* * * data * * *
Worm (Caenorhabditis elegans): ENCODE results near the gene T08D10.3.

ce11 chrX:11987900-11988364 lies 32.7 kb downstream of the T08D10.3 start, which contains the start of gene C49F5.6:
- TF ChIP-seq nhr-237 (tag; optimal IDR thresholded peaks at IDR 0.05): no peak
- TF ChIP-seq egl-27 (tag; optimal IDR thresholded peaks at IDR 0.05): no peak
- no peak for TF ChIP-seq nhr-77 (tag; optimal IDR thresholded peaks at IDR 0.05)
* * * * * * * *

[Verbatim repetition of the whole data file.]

Worm (Caenorhabditis elegans): ENCODE results near the gene T08D10.3.

ce11 chrX:11987900-11988364 lies 32.7 kb downstream of the T08D10.3 start, which contains the start of gene C49F5.6:
- TF ChIP-seq nhr-237 (tag; optimal IDR thresholded peaks at IDR 0.05): no peak
- TF ChIP-seq egl-27 (tag; optimal IDR thresholded peaks at IDR 0.05): no peak
- no peak for TF ChIP-seq nhr-77 (tag; optimal IDR thresholded peaks at IDR 0.05)